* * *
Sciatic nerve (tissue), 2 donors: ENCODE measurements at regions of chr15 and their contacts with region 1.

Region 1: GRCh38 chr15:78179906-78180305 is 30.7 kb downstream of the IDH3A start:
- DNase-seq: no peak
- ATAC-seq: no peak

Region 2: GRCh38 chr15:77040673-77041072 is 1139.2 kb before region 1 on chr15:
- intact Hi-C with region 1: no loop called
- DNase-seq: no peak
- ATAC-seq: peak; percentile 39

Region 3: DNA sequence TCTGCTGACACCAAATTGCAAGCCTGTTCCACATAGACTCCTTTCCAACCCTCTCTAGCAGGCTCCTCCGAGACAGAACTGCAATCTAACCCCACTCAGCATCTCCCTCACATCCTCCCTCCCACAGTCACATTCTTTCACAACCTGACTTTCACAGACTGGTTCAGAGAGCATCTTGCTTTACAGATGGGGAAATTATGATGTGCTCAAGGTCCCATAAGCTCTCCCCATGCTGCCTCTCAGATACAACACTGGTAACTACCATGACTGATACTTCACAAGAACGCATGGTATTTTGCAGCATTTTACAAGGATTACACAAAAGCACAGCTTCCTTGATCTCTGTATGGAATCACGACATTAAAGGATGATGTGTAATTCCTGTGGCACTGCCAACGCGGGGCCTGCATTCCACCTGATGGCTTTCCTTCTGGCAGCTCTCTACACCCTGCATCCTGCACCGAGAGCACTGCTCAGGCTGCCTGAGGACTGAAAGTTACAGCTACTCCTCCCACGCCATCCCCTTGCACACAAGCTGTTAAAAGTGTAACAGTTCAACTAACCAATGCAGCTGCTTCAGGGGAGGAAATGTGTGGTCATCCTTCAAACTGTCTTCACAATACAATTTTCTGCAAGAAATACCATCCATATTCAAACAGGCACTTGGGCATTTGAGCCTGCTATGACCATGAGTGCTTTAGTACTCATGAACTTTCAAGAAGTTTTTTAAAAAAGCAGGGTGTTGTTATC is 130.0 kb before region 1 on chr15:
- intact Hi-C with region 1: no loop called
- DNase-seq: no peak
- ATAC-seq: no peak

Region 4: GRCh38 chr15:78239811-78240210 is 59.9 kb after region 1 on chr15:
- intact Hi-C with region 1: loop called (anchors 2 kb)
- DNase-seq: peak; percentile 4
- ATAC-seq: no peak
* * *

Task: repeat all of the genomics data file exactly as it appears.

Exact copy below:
Sciatic nerve (tissue), 2 donors: ENCODE measurements at regions of chr15 and their contacts with region 1.

Region 1: GRCh38 chr15:78179906-78180305 is 30.7 kb downstream of the IDH3A start:
- DNase-seq: no peak
- ATAC-seq: no peak

Region 2: GRCh38 chr15:77040673-77041072 is 1139.2 kb before region 1 on chr15:
- intact Hi-C with region 1: no loop called
- DNase-seq: no peak
- ATAC-seq: peak; percentile 39

Region 3: DNA sequence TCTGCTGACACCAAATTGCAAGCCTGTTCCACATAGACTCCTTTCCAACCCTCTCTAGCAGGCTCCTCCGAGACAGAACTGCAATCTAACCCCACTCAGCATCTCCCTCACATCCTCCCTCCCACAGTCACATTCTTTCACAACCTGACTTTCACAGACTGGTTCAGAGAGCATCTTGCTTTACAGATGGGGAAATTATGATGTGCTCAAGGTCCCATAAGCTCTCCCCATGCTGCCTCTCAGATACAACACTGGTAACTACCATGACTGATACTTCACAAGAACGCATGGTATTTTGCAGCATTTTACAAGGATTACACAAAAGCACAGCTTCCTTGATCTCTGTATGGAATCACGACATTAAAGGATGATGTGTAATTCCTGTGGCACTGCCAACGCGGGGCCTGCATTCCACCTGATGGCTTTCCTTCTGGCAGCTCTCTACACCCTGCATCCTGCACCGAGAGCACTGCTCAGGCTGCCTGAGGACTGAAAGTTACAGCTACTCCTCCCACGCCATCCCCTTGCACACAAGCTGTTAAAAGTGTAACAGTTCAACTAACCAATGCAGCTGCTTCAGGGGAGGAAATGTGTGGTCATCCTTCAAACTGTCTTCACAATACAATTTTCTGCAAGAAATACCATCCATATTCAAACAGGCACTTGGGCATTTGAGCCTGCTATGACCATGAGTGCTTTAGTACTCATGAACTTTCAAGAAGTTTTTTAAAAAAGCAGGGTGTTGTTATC is 130.0 kb before region 1 on chr15:
- intact Hi-C with region 1: no loop called
- DNase-seq: no peak
- ATAC-seq: no peak

Region 4: GRCh38 chr15:78239811-78240210 is 59.9 kb after region 1 on chr15:
- intact Hi-C with region 1: loop called (anchors 2 kb)
- DNase-seq: peak; percentile 4
- ATAC-seq: no peak